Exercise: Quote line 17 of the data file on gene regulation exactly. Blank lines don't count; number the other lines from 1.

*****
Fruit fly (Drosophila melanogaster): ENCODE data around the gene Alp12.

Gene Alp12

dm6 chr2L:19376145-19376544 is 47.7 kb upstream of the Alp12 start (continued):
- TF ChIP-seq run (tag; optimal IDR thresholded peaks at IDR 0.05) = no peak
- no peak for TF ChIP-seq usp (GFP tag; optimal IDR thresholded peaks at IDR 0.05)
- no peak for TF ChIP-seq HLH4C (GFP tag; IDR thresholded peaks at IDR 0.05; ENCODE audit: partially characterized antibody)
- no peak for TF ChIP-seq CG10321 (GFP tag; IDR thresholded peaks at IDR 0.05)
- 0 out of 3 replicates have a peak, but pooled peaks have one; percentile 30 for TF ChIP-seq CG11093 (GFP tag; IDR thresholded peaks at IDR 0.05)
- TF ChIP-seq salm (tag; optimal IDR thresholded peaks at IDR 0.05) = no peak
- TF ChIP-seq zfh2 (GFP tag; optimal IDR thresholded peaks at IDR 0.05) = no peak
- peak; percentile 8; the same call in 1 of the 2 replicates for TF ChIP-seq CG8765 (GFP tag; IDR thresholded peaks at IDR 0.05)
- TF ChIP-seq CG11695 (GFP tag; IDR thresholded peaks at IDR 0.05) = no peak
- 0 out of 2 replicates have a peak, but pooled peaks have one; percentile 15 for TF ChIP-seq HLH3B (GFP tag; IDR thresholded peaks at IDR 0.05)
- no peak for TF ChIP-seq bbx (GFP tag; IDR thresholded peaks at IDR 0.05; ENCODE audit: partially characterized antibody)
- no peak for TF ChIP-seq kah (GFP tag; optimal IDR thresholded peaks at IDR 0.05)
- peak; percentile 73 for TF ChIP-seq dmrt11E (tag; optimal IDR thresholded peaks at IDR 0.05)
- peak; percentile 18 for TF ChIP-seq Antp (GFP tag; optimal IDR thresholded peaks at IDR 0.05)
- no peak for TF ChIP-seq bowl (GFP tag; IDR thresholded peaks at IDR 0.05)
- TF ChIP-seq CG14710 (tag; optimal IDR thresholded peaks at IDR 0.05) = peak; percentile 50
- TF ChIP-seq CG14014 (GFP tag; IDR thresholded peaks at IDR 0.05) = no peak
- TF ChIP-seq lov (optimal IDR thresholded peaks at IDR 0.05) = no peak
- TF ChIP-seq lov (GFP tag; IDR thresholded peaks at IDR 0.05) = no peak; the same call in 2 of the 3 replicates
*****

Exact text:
- peak; percentile 18 for TF ChIP-seq Antp (GFP tag; optimal IDR thresholded peaks at IDR 0.05)